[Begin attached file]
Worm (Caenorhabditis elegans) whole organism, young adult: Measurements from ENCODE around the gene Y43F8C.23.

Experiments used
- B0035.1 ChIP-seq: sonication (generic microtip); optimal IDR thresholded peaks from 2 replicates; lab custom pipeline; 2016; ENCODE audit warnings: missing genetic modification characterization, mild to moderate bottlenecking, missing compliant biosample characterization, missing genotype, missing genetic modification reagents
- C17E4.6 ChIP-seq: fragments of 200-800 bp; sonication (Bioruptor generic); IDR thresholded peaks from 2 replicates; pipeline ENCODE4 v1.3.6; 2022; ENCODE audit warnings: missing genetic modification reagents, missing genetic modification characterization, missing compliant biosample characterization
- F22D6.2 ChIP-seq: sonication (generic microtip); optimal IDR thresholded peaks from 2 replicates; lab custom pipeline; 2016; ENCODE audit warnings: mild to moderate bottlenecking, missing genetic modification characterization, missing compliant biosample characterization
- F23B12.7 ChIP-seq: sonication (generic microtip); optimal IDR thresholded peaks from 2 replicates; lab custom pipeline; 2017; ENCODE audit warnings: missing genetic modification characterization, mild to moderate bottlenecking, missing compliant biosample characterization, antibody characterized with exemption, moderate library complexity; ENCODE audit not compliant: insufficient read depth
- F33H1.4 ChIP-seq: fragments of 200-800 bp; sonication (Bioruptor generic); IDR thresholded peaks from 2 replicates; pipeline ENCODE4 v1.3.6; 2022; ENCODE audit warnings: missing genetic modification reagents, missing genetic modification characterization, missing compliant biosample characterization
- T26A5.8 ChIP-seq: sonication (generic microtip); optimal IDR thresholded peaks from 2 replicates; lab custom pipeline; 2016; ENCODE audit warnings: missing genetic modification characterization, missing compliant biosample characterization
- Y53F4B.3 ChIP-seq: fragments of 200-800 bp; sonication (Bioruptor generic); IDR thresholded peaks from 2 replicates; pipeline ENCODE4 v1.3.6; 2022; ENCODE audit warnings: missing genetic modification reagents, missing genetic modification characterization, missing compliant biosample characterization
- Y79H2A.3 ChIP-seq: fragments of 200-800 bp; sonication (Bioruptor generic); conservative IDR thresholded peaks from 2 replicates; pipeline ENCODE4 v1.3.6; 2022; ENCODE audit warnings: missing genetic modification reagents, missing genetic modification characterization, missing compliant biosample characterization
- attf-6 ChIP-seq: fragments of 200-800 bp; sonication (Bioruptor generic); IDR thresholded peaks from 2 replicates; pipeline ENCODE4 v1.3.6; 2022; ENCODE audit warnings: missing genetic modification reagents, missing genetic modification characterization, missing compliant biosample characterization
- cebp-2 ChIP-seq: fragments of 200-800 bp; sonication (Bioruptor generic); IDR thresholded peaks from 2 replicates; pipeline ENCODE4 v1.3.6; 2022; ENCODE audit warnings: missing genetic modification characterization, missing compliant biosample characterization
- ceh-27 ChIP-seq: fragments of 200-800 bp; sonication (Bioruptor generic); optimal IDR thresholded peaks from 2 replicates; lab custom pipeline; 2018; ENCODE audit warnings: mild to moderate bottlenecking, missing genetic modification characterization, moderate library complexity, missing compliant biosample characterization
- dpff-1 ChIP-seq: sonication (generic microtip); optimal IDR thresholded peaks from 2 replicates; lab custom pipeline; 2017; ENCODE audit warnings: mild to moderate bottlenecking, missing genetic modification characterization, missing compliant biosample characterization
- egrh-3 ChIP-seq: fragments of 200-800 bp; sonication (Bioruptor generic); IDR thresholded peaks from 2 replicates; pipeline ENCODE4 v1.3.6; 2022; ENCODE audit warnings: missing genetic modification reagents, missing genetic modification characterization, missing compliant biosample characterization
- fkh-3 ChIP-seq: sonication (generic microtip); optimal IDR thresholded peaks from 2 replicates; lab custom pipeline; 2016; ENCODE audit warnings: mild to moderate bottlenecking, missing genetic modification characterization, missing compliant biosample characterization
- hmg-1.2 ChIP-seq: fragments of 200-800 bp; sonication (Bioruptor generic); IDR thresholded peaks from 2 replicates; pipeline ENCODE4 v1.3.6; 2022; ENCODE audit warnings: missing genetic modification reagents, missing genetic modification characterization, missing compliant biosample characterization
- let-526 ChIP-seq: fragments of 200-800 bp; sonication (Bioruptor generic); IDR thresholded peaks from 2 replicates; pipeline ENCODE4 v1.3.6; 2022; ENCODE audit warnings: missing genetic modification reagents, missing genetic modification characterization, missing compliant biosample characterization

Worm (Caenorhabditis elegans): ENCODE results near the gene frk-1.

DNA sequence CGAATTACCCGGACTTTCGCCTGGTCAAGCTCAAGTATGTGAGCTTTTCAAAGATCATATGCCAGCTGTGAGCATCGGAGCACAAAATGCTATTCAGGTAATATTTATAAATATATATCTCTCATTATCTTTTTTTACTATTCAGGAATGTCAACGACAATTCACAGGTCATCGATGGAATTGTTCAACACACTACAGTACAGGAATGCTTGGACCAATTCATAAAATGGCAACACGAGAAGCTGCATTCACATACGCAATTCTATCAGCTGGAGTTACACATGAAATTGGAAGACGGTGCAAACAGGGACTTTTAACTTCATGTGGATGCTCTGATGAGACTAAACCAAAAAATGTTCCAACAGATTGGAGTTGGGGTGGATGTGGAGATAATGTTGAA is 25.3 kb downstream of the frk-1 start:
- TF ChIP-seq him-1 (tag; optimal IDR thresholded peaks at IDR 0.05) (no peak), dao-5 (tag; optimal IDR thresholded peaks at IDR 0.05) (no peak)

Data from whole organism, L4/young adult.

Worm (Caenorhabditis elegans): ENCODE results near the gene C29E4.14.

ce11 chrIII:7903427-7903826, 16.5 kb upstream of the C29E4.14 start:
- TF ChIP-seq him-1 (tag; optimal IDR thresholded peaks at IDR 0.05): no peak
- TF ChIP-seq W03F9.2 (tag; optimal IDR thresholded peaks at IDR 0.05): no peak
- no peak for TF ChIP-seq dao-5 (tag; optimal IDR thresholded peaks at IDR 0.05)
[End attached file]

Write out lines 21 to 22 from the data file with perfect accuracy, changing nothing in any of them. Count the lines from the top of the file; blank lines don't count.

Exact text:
- TF ChIP-seq him-1 (tag; optimal IDR thresholded peaks at IDR 0.05) (no peak), dao-5 (tag; optimal IDR thresholded peaks at IDR 0.05) (no peak)

Data from whole organism, L4/young adult.